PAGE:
** By pursuing – rather than eschewing – corporate welfare/crony capitalism, the Pegula and Jacobs families help perpetuate a political system where corporate money speaks much more loudly than the voices of average citizens. **
Terry Pegula, co-owner – with his wife Kim Pegula – of the Buffal Sabres, Buffalo Bills, and HarborCenter, was introduced as a “true Buffalo philanthropist” at the September 21st grand opening of the Marriott hotel, an imposing structure at the edge of Buffalo’s “lighter, quicker, cheaper” Canalside. One week earlier, a Buffalo News editorial touted “the absolute dedication” of Jeremy M. Jacobs Sr. “toward this community” following his family’s $30 million gift to the University at Buffalo medical school. An accompanying article on September 14 referred to the family’s “philanthropy” as transformational, noting that the Jacobs clan had provided the second largest donation in UB history “behind only a $40 million gift made anonymously in 2011 by a late local doctor.”
Undoubtedly, a $30 million donation – regardless of its tax-deductible status, and whether or not it represents less than one percent of Mr. Jacobs’ estimated $4 billion net worth – is staggering. From my perspective, however, a “philanthropist” is a person who does more than make a generous gift – she or he actively promotes human welfare and social reform.
Jeremy Jacobs, with his billions, and Terry Pegula, reported by Forbes as having an estimated $4.6 billion net worth, were in a position recently to simultaneously demonstrate a true commitment to the future of Western New York, the integrity of our political system, and the wellbeing of Buffalo’s children who “remain the third-poorest in the nation” (among cities of 245,000 or more). Buffalo’s billionaires could easily have afforded to advance their respective downtown Buffalo projects without seeking financial assistance in the form of tax credits and other manner of corporate welfare. But, fueled, perhaps, by a sense of entitlement, they chose profit over the promotion of political reform and human welfare.
Despite being owned by one of the Nation’s wealthiest citizens, a Buffalo-bred company won hundreds of thousands of dollars in tax breaks Monday, to ensure it stays in the Queen City for foreseeable future. The Erie County Industrial Development Agency (ECIDA) board of directors voted unanimously to grant Delaware North, owned by billionaire Jeremy Jacobs, $807,000 in sales tax abatements, so that it can move its corporate headquarters from the Key Center, approximately two blocks to a new $80 million building proposed by Uniland Development at the corner of Delaware Avenue at Chippewa.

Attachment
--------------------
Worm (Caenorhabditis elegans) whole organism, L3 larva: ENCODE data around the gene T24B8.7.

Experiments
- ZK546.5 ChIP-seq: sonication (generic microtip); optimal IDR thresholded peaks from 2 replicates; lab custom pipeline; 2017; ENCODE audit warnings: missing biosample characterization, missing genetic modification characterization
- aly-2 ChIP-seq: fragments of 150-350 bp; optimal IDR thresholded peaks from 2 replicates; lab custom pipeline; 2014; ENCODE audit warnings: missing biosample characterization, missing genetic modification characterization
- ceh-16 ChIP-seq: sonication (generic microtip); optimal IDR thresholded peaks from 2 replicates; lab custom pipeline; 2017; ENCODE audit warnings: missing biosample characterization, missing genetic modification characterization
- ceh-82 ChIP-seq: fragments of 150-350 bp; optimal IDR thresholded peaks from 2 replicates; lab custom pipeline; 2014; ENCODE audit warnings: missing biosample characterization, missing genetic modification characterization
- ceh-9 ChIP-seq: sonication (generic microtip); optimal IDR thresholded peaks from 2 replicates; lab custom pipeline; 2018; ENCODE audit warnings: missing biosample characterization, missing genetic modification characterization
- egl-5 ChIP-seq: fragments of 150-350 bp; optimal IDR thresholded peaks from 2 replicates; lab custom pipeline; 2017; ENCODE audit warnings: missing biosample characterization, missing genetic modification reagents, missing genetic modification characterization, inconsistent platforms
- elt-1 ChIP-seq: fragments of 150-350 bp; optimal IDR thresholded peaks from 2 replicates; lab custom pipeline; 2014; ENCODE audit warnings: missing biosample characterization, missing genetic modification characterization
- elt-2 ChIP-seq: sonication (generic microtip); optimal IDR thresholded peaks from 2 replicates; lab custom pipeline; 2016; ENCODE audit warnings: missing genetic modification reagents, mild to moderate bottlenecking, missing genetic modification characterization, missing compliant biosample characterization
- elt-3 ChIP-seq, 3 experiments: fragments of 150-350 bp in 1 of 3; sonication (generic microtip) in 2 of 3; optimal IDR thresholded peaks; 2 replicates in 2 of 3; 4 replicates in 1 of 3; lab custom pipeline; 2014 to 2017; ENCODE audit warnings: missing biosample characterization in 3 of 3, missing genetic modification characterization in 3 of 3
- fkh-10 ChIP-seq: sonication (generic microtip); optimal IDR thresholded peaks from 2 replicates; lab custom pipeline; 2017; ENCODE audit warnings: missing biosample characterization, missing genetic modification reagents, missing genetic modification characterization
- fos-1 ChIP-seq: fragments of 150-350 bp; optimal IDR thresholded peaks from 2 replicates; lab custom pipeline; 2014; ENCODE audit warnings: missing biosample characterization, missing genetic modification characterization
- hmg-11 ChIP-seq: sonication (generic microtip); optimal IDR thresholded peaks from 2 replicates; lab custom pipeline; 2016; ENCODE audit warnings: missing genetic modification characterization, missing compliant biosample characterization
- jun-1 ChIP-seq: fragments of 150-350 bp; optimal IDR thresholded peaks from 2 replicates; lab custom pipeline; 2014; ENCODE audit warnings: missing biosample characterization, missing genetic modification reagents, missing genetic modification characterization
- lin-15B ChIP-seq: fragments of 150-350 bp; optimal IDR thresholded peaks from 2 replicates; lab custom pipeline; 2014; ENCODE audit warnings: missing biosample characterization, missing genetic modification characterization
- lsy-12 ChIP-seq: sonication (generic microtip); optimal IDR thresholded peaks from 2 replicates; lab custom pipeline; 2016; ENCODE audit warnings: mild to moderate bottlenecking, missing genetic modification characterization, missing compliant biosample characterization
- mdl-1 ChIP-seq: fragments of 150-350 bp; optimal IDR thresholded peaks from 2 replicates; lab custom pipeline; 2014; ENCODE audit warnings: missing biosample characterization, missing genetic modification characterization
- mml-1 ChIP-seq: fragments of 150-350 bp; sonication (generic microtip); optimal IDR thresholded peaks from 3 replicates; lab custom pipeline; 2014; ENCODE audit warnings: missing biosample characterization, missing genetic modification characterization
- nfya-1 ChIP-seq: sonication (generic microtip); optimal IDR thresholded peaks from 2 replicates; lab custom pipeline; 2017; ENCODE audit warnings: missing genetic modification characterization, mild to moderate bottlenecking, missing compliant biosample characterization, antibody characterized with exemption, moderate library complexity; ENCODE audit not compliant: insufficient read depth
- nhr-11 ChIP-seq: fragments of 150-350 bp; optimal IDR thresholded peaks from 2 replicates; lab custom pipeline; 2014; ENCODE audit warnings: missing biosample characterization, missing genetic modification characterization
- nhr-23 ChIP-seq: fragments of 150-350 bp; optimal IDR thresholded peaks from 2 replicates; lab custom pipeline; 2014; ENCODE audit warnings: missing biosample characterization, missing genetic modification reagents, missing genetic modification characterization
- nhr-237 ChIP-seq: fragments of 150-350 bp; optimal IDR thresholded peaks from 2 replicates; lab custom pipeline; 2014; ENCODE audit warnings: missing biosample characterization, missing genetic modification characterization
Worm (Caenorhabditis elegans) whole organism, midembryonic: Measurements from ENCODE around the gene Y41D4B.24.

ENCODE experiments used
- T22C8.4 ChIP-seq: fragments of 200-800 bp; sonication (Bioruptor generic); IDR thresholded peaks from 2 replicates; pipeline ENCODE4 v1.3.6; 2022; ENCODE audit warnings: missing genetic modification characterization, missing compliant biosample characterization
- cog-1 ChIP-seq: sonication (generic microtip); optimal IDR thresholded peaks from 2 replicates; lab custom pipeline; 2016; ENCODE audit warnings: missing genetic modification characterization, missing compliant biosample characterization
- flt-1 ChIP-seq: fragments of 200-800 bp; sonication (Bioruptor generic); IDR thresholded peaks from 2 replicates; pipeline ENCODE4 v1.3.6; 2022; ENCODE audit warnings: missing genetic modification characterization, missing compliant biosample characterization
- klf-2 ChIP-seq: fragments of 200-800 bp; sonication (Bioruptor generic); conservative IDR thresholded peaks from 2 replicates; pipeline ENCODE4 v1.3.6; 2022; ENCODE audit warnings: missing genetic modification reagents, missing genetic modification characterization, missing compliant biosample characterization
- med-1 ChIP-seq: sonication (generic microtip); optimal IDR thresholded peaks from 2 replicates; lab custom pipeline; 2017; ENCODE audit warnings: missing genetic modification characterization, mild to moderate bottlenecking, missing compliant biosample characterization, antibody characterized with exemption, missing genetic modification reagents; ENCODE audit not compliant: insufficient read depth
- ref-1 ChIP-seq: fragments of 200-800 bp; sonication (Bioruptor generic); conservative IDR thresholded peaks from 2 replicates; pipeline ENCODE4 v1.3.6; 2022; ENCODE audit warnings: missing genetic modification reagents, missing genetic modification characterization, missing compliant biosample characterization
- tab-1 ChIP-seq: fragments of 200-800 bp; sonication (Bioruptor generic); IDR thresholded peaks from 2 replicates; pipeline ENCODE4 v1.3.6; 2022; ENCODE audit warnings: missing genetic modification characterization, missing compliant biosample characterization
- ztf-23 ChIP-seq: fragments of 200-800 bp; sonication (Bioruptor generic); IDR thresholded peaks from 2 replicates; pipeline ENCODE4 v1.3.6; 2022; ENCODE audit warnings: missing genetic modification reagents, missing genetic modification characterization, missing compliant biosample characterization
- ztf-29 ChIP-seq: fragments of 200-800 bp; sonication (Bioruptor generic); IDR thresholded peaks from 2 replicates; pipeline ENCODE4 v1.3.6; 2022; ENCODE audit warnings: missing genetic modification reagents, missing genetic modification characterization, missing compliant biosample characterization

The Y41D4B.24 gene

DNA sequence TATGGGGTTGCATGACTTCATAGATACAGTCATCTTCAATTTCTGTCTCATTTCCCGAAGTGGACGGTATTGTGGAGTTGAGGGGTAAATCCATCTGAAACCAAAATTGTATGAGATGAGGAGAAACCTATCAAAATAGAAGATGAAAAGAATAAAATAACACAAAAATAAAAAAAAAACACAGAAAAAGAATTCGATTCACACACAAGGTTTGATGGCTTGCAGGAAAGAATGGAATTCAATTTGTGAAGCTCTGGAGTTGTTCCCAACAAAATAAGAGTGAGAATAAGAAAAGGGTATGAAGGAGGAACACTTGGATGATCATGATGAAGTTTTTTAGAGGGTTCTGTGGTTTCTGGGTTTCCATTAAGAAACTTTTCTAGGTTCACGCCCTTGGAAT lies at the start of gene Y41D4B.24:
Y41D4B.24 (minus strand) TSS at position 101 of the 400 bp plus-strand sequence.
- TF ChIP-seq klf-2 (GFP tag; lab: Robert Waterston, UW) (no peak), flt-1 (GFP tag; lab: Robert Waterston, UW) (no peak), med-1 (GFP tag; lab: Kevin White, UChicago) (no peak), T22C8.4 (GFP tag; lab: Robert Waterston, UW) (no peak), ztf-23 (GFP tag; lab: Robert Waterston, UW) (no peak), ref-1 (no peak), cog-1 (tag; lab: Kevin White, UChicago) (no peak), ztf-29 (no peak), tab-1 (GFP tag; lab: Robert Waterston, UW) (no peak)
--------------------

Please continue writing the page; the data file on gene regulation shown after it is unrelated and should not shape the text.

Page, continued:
Notably, the vote approving $800,000 in tax breaks [chump-change for a man worth four billion] was preceded by a less-than-philanthropic warning from the senior Jacobs son, Jerry Jacobs Jr., that Delaware North would find it “hard to turn down” a better offer from another city if it failed to receive the financial assistance it had requested. Equally disconcerting, Gov. Andrew Cuomo directly interceded on behalf of Delaware North and, as reported by the Buffalo News, “placed a call to CEO Jeremy Jacobs Sr. to assure him that his administration will do what it can to keep Delaware North in Buffalo.”
What is most troubling about the Governor’s call to “philanthropist” Jacobs is the fact that the Buffalo billionaire had made a $50,000 donation in June 2010 to Mr. Cuomo’s campaign, and contributed an additional $11,250 to Andrew Cuomo in August 2014 during the Democratic primary skirmish between the incumbent Governor and challenger Zephyr Teachout.
Note: Ms. Teachout, a Fordham University law professor and staunch critic of government corruption, had the following to say in an op-ed piece printed in the Buffalo News just weeks after Mr. Jacobs generously donated to Mr. Cuomo’s campaign:
Western New York cannot afford to repeat the mistakes it made generations ago when businesses placed profits over clean air, clean water and the health of residents. The Buffalo Billion must be allocated without favoritism, and the selection process should be transparent. Winners must include local companies and small businesses that truly need the assistance to grow. Certainly the commitment of 20 percent of the Buffalo Billion to one project, RiverBend – a project that has repeatedly changed in size and scope – should be carefully re-evaluated.